Lessons From The Laffer Curve In The 1920s
What happened to tax revenues collected in the 1920s following a “tax cut” in the top marginal income tax rate from 73% to 24%? They went up, not down.
Thomas Sowell discusses the relationship between tax rates and tax revenues in his latest column:
“Democrats have been having a field day with the cry of “tax cuts for the rich” — for which Republicans seem to have no reply. This is especially surprising, because Democrats made the same arguments back in the 1920s, and the Republicans then not only had a reply, but one that eventually carried the day, when the top tax rate was brought down from 73 percent to 24 percent (see chart above).
Those who argue that “the rich” should pay a higher tax rate, and that the revenue this would bring in could be used to reduce the deficit, assume that higher tax rates equal higher tax revenues. But they do not.
After Secretary of the Treasury Andrew Mellon finally succeeded in getting Congress to lower the top tax rate from 73 percent to 24 percent, the government actually received more tax revenues at the lower rate than it had at the higher rate. Moreover, it received a higher proportion of all income taxes from the top income earners than before.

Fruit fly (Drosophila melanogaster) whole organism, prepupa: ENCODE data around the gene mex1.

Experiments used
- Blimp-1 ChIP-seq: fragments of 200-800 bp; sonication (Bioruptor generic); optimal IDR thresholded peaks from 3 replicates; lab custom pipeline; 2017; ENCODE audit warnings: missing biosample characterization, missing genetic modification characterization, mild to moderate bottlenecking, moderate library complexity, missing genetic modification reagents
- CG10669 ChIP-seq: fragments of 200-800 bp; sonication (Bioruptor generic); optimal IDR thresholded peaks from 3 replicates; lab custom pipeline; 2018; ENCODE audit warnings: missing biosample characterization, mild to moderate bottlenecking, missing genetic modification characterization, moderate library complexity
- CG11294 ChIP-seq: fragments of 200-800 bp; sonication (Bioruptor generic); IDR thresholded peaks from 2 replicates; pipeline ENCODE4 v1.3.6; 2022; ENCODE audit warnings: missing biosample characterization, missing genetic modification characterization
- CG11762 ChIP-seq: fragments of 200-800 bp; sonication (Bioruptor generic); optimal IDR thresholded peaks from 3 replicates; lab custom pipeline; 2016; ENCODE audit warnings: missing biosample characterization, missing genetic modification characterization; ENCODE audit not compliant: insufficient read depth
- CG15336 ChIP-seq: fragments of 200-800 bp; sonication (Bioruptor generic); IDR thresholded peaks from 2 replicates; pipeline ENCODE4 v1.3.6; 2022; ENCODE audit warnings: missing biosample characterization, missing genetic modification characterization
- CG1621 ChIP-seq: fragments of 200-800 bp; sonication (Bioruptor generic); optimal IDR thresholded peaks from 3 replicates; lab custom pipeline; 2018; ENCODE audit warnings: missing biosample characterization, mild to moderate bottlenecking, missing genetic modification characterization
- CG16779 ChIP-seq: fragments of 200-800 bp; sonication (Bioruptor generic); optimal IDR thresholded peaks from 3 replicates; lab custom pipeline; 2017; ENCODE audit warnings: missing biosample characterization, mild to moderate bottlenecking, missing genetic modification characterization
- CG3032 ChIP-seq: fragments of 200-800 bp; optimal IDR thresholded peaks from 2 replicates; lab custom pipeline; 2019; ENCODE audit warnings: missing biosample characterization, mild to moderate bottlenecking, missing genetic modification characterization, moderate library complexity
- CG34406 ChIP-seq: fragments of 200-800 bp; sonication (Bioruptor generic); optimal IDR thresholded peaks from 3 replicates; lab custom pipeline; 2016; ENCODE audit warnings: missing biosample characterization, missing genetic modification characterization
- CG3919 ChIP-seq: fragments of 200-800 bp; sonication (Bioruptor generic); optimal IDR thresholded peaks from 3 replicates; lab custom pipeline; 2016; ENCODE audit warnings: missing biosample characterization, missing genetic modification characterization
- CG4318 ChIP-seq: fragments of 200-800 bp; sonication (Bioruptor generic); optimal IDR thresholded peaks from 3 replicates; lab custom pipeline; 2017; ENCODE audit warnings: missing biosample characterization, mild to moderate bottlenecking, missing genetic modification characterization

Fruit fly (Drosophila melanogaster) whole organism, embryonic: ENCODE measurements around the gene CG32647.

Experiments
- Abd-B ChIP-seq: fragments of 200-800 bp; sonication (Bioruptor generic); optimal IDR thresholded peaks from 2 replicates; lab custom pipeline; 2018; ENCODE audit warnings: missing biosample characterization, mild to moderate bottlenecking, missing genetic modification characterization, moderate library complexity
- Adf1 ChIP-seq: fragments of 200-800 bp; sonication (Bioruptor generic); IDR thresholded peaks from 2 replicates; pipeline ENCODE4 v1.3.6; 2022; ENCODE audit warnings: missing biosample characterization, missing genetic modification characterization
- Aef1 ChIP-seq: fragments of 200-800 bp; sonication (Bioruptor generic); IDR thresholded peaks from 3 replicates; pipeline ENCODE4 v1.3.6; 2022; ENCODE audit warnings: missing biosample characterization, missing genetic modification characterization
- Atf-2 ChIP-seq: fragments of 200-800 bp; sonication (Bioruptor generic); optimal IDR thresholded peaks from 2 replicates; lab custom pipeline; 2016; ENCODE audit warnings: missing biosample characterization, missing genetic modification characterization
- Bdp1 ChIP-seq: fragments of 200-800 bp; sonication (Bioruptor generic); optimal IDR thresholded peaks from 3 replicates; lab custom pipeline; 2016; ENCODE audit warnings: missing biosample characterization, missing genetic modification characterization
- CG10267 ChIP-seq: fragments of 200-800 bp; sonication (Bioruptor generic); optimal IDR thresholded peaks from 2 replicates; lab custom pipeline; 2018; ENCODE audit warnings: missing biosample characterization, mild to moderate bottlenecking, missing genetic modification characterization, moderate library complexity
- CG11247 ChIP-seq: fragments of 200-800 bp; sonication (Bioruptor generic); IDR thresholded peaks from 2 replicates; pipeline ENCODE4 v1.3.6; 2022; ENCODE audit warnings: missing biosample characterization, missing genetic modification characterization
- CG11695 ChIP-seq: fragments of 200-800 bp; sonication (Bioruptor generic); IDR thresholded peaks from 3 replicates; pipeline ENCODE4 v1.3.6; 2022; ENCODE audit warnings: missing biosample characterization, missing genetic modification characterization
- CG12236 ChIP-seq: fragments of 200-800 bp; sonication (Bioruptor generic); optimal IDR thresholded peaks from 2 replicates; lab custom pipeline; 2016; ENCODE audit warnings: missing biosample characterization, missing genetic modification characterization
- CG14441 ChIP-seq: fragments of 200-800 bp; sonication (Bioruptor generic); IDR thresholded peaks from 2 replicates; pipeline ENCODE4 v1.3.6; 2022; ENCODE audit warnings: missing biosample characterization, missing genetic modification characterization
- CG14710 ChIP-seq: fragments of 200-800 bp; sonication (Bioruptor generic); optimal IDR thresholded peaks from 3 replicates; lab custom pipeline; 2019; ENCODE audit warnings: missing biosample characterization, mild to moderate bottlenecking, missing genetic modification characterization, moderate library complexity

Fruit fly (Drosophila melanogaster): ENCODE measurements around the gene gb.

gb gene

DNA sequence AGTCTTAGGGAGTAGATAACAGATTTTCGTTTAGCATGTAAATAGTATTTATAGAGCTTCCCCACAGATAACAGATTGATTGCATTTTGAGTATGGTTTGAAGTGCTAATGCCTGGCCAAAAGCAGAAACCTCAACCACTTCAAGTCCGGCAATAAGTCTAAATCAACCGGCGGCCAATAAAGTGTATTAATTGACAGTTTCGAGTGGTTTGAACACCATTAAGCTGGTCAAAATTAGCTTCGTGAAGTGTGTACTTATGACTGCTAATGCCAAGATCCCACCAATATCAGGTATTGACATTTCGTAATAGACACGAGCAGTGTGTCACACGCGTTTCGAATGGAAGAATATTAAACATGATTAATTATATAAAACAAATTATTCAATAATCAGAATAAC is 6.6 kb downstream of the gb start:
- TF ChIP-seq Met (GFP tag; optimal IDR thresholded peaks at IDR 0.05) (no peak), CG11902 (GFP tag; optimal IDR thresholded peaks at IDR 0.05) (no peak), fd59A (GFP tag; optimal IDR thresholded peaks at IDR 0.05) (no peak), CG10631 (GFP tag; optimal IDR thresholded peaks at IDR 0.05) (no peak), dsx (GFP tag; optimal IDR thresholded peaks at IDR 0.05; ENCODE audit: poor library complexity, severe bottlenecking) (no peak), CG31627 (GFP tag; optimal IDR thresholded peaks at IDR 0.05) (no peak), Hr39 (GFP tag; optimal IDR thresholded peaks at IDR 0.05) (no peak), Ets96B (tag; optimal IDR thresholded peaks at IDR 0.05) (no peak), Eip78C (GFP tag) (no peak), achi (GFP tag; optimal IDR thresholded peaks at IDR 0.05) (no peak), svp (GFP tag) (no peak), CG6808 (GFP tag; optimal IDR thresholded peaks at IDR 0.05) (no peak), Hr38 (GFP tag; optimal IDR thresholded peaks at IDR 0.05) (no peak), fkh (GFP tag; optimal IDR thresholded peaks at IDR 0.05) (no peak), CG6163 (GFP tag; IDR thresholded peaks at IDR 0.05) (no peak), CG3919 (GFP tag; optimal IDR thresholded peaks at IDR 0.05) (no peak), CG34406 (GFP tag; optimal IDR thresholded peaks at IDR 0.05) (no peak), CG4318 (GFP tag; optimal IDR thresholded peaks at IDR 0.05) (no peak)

Something similar happened in later years, after tax rates were cut under Presidents Kennedy, Reagan and G.W. Bush. The record is clear. Barack Obama admitted during the 2008 election campaign that he understood that raising tax rates does not necessarily mean raising tax revenues.
Why then is he pushing so hard for higher tax rates on “the rich” this election year? Because class warfare politics can increase votes for his reelection, even if it raises no more tax revenues for the government.”
MP: Part of the confusion about the relationship between tax rates and tax revenues comes about because we use the terms “raise taxes” to mean both “raise tax rates” and “raise tax revenues” interchangeably (e.g. “raise taxes on the rich“). In reality, “raising tax rates” could result in either “raising tax revenues” or “lowering tax revenues.” Most of the discussion about “raising (or lowering) taxes” leaves out the most critical factor: the “tax base, i.e. the activity subject to be taxed,” and it’s changes in the tax base that ultimately determine the relationship between “tax rates” and “tax revenues.”
In the case of lowering the top marginal income tax rate from 73% to 24% in the 1920s, the “tax base” expanded so much in response to the lower tax rate that tax revenues actually increased, not decreased. In other other words, history tells us that the way to impose a “tax hike on the rich” is to lower, nor raise, the tax rate. Lower tax rates increase the incentives to engage in productive, taxable activities and increase the incentives to report instead of hide or shift, taxable income, and therefore raise tax revenues.
With marginal tax rates scheduled to increase next year, the lessons of history also tell us that the tax revenues collected next year will go down, not up. Reason? The tax base of activity subject to the higher tax rates will contract so much that the tax revenue collected will shrink, not expand. Next year’s “tax hikes on the rich” will likely end up being a “tax cut” in revenues, and will make the budget deficit worse.